CHICAGO (AP) - Sometime in 2016 people from several states could have trouble getting on an airplane or into federal buildings because of a post-Sept. 11 law that tightened requirements for state-issued identification.
CHICAGO (AP) — Sometime in 2016 people from several states could have trouble getting on an airplane or into federal buildings because of a post-Sept. 11 law that tightened requirements for state-issued identification.
When that will happen and who will be affected won't be completely clear until the Department of Homeland Security releases further details of how it will enforce the 2005 REAL ID Act — an announcement that could come in the next few days. In the meantime, an expert on the law says people in places such as Illinois and Missouri — where DHS this week essentially said time's up for the states to comply — may want to get a passport.
Here's a look at the act, what it requires and why some states will feel the impact while others won't:
WHAT IS REAL ID?
Congress approved the REAL ID Act in 2005, following a recommendation from the commission formed to study the Sept. 11, 2001 terrorist attacks. The 9/11 commission said the country would be safer if there were minimum standards for government-issued identification such as driver's licenses that are required to enter federal buildings or board commercial airplanes.
The act set those standards, which include requiring applicants to provide proof of identity and legal US residency and requiring states to use counterfeit-resistant security features in the IDs.
DHS originally gave states until 2009 to make necessary changes to their requirements and technology.
WHAT'S MY STATE'S STATUS?
At least 20 states and the District of Columbia have complied with the federal requirements, according to information posted on the DHS website.
In other states implementation has been delayed or derailed by concerns about cost, violations of privacy or overreaching by the federal government. Lawmakers in some states passed legislation opposing REAL ID; Minnesota and Missouri still have laws prohibiting them from complying.
DHS has delayed enforcement and granted multiple extensions, allowing federal agencies to continue accepting driver's licenses from those states.
At least nineteen states have until October 2016 to either comply or be granted another extension. Alaska, California, Illinois, Missouri, New Jersey, New Mexico, South Carolina and Washington have extensions only through Jan. 10.
This week, officials in Missouri and Illinois said they'd been notified that DHS will not grant them another extension beyond Jan. 10. A DHS spokesperson didn't respond to phone messages seeking comment Thursday regarding the other states where extensions end next month.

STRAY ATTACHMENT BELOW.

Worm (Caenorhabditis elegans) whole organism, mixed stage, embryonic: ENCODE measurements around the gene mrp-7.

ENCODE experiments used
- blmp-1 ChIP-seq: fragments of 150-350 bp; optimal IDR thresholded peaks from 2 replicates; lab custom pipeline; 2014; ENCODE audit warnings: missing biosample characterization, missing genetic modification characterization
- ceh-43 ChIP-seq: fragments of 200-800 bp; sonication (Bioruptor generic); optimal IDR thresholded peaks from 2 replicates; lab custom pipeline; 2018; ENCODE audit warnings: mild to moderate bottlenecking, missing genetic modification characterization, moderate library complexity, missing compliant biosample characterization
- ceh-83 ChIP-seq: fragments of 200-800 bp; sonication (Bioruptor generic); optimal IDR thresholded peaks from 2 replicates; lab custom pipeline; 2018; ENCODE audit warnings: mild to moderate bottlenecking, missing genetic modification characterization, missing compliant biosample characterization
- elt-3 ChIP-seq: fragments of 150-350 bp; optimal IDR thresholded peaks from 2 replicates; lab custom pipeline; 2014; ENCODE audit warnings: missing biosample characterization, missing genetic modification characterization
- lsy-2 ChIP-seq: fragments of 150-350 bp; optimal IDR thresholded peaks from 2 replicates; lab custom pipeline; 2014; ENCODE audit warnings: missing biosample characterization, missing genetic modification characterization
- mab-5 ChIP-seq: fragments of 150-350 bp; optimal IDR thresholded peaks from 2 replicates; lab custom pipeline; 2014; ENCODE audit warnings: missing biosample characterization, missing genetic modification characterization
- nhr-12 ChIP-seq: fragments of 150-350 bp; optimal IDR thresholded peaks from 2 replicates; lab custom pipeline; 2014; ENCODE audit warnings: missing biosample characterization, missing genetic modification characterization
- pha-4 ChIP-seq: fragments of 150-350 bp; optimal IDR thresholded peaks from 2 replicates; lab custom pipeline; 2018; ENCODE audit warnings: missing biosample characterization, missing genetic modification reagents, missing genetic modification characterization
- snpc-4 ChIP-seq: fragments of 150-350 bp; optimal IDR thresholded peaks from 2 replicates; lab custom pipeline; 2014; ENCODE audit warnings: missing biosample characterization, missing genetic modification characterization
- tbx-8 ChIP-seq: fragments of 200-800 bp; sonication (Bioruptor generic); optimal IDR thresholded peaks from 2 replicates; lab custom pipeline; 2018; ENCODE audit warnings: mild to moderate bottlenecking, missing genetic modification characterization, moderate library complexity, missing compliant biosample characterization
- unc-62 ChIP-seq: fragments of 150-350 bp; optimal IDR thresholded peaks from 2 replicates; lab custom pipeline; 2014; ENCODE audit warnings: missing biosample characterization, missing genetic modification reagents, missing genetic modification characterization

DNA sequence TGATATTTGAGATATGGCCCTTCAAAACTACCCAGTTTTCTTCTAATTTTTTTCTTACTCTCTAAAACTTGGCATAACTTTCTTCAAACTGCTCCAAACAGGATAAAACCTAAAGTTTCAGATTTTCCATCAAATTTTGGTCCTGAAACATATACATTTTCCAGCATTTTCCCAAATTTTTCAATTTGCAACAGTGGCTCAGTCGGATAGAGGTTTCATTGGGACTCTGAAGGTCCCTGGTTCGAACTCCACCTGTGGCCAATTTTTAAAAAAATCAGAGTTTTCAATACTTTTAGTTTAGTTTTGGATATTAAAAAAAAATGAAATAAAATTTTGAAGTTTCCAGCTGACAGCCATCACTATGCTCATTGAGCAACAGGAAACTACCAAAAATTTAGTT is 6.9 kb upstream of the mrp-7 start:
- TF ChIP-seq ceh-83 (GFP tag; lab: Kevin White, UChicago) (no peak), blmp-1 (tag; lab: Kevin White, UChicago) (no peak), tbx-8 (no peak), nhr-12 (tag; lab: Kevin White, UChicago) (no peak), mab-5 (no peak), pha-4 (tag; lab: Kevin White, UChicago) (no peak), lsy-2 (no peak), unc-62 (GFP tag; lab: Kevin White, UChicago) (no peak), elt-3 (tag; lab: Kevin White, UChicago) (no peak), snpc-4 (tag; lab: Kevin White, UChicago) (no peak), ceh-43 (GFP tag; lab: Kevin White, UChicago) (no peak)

DHS' online map provides the status of each state at www.dhs.gov/REAL-id-enforcement-brief, though as of Thursday it didn't indicate which states had extensions denied.
WHAT IF MY STATE DOESN'T COMPLY?
DHS is enforcing the act in phases, starting with federal facilities such as nuclear power plants, laboratories and military bases.
That means that starting Jan. 10, federal facilities won't accept driver's licenses from Illinois, Missouri or any other state that isn't approved for an extension beyond that date. (The facilities already don't accept most licenses from Minnesota, which DHS already has deemed to be non-compliant).
The law doesn't apply to federal courthouses, hospitals or health clinics, according to DHS, and people may be allowed entry with another valid form of ID such as a passport or military identification.
DHS has said it will extend the requirements to airports sometime in 2016, though the department hasn't said when. It's expected to make that announcement as early as next week, and DHS has said it will give a notice of at least 120 days before it takes effect.
That could give states such as Illinois and Missouri time to pass laws or take other steps toward implementation, possibly making DHS more amenable to granting another extension.
WILL I BE ABLE TO FLY?
That depends on many factors, such as how DHS rolls out the airport requirements and whether travelers have other valid forms of ID.
Andrew Meehan is policy director for Keeping IDentities Safe, a Washington, D.C.-based nonprofit that advocates for implementation of REAL ID.
He said that if history is any indication DHS will phase in the airport portion of the law, possibly starting with smaller airstrips in mid-2016 and expanding to larger airports that serve more travelers at a later date.
Meehan called it "laughable" that so many states haven't gotten on board with the law after more than a decade. His advice to people in states like Illinois and Missouri is to get a passport.
"To be safe, don't wait for the Legislature," he said.